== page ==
Nursing leadership has relied on communication, compassion to meet demands of the pandemic

‘I appreciate the way they honored each other and our nurses by showing up, by being the leaders they needed to be,’ says Karen Grimley, chief nurse executive at UCLA Health.

UCLA Health’s Chief Nurse Executive Karen Grimley keeps a rock on her desk, brightly painted with rainbows and hearts, the word HOPE emblazoned across its face. For Grimley, the rock — given to her by the MICU nurses caring for COVID-19 patients — symbolizes the unending optimism and resilience demonstrated by nurses and nursing leadership in 2020.

In a year like no other, nursing leaders throughout the health care system stepped up to meet the demands of the pandemic with courage and compassion. They worked tirelessly, on the front lines and behind the scenes, leading, listening to and advocating for the 4,200 nurses in the UCLA Health system.

“I’m really proud of them all,” says Grimley, PhD, RN, NEA-BC, FACHE, who also serves as vice dean of UCLA’s School of Nursing. “I appreciate the way they honored each other and our nurses by showing up, by being the leaders they needed to be. I think their resilience was amazing.”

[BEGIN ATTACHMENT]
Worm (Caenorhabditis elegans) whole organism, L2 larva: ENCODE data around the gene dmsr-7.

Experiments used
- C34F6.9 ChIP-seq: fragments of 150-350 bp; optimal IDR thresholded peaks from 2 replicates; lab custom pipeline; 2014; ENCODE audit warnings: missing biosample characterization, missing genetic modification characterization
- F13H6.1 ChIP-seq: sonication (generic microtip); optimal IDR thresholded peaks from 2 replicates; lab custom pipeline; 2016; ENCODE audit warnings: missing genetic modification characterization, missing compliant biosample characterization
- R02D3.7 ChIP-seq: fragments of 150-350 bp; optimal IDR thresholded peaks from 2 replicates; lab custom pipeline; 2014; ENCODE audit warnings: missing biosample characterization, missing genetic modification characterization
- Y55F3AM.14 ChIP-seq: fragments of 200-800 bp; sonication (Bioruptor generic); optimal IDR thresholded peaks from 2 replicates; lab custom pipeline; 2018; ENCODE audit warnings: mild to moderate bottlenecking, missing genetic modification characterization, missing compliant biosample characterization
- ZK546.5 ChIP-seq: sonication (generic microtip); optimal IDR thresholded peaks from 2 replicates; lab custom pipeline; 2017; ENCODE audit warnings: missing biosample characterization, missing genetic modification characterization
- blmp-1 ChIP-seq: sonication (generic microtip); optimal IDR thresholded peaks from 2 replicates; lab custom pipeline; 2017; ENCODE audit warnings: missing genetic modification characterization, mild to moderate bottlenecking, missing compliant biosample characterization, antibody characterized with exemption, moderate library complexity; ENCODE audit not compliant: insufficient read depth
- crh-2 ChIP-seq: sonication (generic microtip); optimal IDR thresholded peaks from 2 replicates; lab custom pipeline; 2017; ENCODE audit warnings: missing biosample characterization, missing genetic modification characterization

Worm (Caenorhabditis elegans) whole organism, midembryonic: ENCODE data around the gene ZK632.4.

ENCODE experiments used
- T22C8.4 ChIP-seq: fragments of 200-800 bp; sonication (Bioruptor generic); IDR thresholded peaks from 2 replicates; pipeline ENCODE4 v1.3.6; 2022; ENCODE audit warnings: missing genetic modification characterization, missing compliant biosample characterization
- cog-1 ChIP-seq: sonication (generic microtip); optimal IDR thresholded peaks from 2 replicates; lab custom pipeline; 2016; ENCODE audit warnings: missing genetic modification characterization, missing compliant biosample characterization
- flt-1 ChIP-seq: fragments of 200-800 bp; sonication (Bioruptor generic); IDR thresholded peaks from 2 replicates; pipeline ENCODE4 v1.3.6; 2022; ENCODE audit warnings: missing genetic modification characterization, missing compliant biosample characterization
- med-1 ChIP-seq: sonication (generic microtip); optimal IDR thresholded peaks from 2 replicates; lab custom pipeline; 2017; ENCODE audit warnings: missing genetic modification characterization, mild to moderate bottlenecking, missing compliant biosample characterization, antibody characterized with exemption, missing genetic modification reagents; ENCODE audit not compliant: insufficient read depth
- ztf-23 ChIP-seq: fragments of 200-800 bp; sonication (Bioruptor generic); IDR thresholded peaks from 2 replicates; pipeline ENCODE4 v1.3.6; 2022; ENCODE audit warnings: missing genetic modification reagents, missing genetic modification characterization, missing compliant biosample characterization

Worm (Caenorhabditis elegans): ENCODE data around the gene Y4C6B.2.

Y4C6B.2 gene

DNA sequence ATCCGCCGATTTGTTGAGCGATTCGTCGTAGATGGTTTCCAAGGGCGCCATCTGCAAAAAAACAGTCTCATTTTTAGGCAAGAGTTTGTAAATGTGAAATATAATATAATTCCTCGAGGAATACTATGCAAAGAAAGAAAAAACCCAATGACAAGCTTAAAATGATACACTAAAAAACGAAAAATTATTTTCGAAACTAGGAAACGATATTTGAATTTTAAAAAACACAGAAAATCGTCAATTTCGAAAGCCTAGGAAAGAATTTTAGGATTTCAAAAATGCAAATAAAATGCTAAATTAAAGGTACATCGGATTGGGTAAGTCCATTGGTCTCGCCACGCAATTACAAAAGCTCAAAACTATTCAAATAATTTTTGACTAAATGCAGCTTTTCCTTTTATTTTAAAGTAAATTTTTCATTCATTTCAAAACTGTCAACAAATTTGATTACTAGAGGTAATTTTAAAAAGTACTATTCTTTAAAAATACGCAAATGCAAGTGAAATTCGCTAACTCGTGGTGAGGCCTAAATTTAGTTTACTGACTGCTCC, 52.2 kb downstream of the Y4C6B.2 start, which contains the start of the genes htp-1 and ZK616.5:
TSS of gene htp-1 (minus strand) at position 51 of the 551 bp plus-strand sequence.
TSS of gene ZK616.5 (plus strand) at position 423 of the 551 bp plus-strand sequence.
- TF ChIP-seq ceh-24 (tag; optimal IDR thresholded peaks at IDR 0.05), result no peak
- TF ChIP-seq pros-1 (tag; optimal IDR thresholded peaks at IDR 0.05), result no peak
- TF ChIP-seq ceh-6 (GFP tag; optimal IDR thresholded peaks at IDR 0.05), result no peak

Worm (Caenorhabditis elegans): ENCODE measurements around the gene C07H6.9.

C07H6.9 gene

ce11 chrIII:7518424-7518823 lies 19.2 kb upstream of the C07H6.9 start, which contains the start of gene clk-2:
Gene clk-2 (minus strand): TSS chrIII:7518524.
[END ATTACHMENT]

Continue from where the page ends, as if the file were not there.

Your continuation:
Much of the leadership success in 2020 can be summed up in a single word: presence. For many nurse leaders that meant rounding mornings and nights, taking evening and weekend shifts, and being readily available to their teams seven days a week for months on end.

“The constant changes and the unknown created such chaotic times during the first surge that we spread our leadership team out around the clock,” says David Bailey, PhD, RN, MBA, CCRN-K, NEA-BC, FACHE, chief nursing officer at UCLA Santa Monica Medical Center. “We sat down and said this is a critical juncture and our teams need us – they’re worried about their families, they’re worried about catching COVID-19, they’re worried about dying. My team didn’t bat an eye; they said let’s do it. One or two of my leaders and one of our clinical nurse specialists or educators were here 24/7 for several months, and when we did that there was an added level of comfort in the building.

Nurses at UCLA Santa Monica Medical Center.